I met Rigoberta Menchú 25 years ago, when I was making my first feature length documentary “When the Mountains Tremble”.
The film tells the story of war and social revolution in Guatemala and the struggle of the largely Indian peasantry against a legacy of state and foreign oppression. Tom Sigel (co-director) and I had been filming all sides in the war – the military forces, the guerrillas, and members of civil society. Rigoberta became the protagonist of the film and her personal story was the thread that wove “When the Mountains Tremble” together. She was in exile, and her Spanish was still spotty, but the film helped introduce her to the world and 10 years later she was awarded the Nobel Peace Prize.
Now Rigoberta has broken new ground in her lifelong drive to transform Guatemala – she’s the first Mayan woman to run for President! I was lucky to be in Guatemala with my filmmaking partners Peter and Paco when she launched her campaign last month with the Encuentro Por Guatemala party – it was an exhilarating feeling to see her waving to crowds from a flatbed truck, in the company of Nineth Montenegro — these are two outstanding women running on a platform of increased rights for poor and indigenous people, and an end to the drug-trafficking mafia that has turned Guatemala into a major transshipment point from Colombia to US markets.
Considering the violent power wielded by criminal drug gangs in Guatemala, this may seem like a quixotic quest, but I admire Rigoberta and Nineth’s courageous campaign and wish them great success.
Speaking of quixotic quests, Rigoberta also spearheaded a drive to end impunity for top military leaders and police accused of perpetrating a counter-insurgency war and scorched-earth policy against Guatemalan civilians in the early 1980s. She did this by appealing to the Audiencia Nacional in Spain, the same court that served the arrest warrant for Augusto Pinochet in 1998 under the principle of universal jurisdiction. Under this same principle, the court accepted Rigoberta’s argument and issued arrest warrants for the gravest violators on charges of genocide and crimes against humanity, including former president General Efraín Ríos Montt – tough legal battles lie ahead, but the simple fact that these arrest warrants are being upheld is a significant step towards bringing the perpetrators to account. Ríos Montt is also facing charges for crimes against humanity brought against him by the Center for Human Rights Legal Action (CALDH), a tenacious group of human rights advocates that have to work behind double-security doors.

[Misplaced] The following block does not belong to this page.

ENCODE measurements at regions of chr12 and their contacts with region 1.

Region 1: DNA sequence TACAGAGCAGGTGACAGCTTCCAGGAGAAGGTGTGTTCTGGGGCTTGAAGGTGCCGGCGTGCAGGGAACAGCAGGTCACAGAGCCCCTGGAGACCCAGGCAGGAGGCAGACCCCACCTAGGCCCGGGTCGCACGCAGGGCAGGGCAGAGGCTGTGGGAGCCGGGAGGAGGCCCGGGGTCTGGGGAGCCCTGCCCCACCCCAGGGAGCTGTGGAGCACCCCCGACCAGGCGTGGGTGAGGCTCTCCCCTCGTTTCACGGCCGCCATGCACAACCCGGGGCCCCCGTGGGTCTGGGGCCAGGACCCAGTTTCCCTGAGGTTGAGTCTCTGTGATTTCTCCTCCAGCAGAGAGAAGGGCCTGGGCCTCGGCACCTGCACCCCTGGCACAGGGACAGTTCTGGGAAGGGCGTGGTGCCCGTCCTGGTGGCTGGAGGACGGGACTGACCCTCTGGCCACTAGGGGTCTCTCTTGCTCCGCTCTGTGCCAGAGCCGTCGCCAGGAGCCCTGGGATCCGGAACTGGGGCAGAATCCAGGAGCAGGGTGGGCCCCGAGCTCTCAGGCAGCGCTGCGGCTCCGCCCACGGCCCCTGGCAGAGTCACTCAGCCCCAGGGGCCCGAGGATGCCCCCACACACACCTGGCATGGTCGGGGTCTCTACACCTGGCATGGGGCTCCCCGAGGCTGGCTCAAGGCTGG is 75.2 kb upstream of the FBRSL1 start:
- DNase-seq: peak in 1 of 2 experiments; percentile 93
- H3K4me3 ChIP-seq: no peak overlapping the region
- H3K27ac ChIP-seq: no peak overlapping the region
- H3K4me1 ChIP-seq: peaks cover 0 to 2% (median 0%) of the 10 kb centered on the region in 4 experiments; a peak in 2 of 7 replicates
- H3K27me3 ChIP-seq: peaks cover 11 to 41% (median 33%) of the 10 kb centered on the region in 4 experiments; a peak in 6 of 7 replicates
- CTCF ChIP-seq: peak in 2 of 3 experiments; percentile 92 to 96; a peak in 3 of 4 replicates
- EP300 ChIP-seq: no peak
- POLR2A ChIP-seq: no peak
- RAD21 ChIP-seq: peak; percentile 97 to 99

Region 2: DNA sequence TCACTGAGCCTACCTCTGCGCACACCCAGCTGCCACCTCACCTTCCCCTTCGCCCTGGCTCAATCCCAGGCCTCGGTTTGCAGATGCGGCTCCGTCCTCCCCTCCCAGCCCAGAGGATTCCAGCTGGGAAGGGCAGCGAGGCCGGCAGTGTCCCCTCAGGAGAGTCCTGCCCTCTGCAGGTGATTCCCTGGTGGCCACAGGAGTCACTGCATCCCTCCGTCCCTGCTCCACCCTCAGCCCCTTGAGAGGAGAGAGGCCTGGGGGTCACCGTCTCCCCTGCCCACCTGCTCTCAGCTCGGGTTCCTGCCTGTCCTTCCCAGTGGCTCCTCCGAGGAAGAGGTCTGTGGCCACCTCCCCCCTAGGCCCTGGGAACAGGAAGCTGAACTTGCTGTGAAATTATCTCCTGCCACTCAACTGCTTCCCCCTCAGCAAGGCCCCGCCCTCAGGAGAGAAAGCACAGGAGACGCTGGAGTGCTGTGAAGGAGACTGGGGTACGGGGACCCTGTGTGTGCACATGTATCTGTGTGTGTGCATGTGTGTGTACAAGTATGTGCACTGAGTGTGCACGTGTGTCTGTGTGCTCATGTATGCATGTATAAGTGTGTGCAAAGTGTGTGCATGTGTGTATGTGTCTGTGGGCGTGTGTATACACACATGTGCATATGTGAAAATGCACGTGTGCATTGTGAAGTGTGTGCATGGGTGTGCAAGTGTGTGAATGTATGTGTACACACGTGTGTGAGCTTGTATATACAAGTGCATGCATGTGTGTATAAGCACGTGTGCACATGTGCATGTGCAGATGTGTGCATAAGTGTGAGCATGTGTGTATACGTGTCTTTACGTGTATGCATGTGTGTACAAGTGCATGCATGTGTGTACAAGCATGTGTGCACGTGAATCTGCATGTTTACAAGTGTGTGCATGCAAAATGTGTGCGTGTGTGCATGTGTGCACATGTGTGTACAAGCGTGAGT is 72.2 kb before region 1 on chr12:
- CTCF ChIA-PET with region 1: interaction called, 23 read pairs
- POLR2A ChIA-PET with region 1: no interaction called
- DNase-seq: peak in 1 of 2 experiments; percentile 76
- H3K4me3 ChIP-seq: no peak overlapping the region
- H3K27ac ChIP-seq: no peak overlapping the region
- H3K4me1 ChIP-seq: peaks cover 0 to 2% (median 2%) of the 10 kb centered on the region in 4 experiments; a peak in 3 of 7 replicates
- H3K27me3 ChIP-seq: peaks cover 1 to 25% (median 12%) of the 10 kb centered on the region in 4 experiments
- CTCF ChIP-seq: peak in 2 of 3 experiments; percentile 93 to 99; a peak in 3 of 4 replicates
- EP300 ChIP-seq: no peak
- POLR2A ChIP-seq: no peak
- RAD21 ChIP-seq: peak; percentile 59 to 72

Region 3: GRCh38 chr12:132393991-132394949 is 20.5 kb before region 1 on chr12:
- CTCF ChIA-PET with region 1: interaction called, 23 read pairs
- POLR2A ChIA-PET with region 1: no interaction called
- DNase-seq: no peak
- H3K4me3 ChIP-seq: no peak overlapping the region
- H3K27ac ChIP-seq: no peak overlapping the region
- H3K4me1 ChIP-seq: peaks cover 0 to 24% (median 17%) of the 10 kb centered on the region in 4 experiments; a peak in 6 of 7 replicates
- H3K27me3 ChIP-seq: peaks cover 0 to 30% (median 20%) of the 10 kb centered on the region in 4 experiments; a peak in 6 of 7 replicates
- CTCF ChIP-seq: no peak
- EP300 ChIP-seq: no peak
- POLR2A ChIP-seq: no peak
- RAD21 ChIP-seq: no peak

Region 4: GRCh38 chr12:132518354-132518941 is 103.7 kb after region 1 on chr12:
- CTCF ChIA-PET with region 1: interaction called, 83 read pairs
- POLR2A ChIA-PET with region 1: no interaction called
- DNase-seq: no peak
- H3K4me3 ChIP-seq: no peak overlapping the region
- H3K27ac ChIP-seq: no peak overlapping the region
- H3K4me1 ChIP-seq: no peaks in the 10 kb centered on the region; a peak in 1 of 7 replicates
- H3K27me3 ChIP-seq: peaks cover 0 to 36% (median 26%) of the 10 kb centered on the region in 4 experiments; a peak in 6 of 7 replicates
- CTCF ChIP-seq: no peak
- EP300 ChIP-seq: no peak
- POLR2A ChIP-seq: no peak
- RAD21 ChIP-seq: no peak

Peter and I decided to make a sequel to the original film because When the Mountains Tremble, and additional hours of “outs” that didn’t make it into the final edit had been requested as filmic evidence in the genocide cases. The new film will include these new cases and Guatemala’s ongoing transition to democracy and the rule of law, and ponder how a documentary film can make a difference. Here is the trailer to “When the Mountains Tremble”:
But this new film will also incorporate When the Mountains Tremble, because 25 years later so many of the original participants in “When the Mountains Tremble” are still players in Guatemala’s ongoing political/social drama.
We went to Guatemala recently to lay the groundwork for this new film and found Rigoberta stronger and more active than ever; I reconnected with Frank LaRue, the labor lawyer who for many years lived in exile, and now holds a cabinet position as the President’s Human Rights Commissioner; I found former Guerrilla Army of the Poor (EGP) leader Pablo Ceto training indigenous people on how to run for and assume elected positions in the highlands through his Fundación Maya. I wasn’t able to meet again (yet) with former President General Efraín Ríos Montt, but saw “Wanted for Crimes Against Humanity” posters for him even as the city and countryside were plastered with his party’s campaign slogans. He has maintained a strong power base all these years, and is running for a congressional seat that he will likely win, which under Guatemalan law would grant him immunity from prosecution. This tension between impunity and the rule of law runs high in Guatemala, and is epitomized by the parallel campaigns of Ros Montt and Rigoberta.
This tension is also revealed in the extraordinary National Police archives unearthed by Guatemalan human rights activists, 80 million documents piled floor to ceiling in an abandoned building surrounded by a police-training base. Some of the people organizing this chaotic trove were formerly targets of the apparatus of state repression who may discover that the disappearance of their family members is detailed in the police documents.
Probably my most disarming discovery was to find “Rafael” (his nom de guerre), a former guerrilla in the squad that shot down the military helicopter I was riding in (and filming from) in 1982. As destiny would have it General Benedicto Lucas García, the feared head of the Guatemalan Armed Forces, was piloting the helicopter.
Due to our emergency landing and the near death experience we shared, the General took me into his confidence, which enabled me to document in words and images the Armys genocidal scorched earth policy against the Mayan civilian population in the highlands and bring it to the attention of the world. Now General Lucas García is one of those charged in the warrants issued as a result of Rigoberta’s tireless pursuit of justice.
So this is the panorama in today’s Guatemala that will be woven with “When the Mountains Tremble” to create our new film, which we are calling “Granito.”